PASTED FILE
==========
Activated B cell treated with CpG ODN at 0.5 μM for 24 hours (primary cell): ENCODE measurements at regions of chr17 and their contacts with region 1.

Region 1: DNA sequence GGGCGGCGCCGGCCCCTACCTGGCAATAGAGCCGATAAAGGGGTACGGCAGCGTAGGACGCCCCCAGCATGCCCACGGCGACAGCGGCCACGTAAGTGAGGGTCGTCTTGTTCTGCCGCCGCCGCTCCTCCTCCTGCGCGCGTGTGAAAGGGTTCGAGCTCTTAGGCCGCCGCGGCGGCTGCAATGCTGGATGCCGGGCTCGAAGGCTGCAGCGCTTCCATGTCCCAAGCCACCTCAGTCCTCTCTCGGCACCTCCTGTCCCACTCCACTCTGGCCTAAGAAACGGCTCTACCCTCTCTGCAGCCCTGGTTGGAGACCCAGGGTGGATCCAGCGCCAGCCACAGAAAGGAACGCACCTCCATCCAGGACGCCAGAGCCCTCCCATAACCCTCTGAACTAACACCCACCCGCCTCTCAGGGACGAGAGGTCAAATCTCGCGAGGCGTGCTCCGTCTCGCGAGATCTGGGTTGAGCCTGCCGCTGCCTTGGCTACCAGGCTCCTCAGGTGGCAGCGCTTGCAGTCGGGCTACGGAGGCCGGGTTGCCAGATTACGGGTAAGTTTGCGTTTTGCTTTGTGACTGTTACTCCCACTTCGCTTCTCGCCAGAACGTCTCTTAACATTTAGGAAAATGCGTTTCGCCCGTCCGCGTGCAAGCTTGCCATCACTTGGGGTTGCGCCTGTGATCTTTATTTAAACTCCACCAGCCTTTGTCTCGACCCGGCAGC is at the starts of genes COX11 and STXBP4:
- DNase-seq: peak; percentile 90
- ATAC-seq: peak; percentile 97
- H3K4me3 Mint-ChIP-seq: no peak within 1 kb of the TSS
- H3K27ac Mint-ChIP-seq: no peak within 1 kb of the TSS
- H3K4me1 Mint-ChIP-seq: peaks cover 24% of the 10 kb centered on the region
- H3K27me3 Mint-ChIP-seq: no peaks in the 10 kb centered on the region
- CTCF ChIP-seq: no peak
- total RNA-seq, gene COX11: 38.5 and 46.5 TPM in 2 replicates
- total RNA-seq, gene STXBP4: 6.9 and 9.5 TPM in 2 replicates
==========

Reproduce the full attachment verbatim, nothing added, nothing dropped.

Activated B cell treated with CpG ODN at 0.5 μM for 24 hours (primary cell): ENCODE measurements at regions of chr17 and their contacts with region 1.

Region 1: DNA sequence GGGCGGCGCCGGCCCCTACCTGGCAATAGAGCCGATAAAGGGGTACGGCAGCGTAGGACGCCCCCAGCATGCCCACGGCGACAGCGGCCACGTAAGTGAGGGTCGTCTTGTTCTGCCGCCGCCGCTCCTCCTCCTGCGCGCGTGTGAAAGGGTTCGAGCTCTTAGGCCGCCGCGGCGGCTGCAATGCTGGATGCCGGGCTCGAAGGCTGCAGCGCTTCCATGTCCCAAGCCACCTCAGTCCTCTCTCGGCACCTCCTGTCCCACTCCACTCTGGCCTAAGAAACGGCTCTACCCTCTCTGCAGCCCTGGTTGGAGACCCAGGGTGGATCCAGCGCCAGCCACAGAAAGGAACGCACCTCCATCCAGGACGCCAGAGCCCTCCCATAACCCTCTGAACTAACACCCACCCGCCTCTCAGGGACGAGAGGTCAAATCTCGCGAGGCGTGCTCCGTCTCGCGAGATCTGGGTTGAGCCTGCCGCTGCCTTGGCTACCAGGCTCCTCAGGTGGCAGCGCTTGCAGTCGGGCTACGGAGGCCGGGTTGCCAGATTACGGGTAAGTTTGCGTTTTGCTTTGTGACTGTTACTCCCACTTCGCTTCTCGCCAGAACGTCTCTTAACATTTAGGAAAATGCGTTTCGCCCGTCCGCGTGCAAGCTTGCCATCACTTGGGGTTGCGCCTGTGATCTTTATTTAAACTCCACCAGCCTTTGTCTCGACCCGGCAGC is at the starts of genes COX11 and STXBP4:
- DNase-seq: peak; percentile 90
- ATAC-seq: peak; percentile 97
- H3K4me3 Mint-ChIP-seq: no peak within 1 kb of the TSS
- H3K27ac Mint-ChIP-seq: no peak within 1 kb of the TSS
- H3K4me1 Mint-ChIP-seq: peaks cover 24% of the 10 kb centered on the region
- H3K27me3 Mint-ChIP-seq: no peaks in the 10 kb centered on the region
- CTCF ChIP-seq: no peak
- total RNA-seq, gene COX11: 38.5 and 46.5 TPM in 2 replicates
- total RNA-seq, gene STXBP4: 6.9 and 9.5 TPM in 2 replicates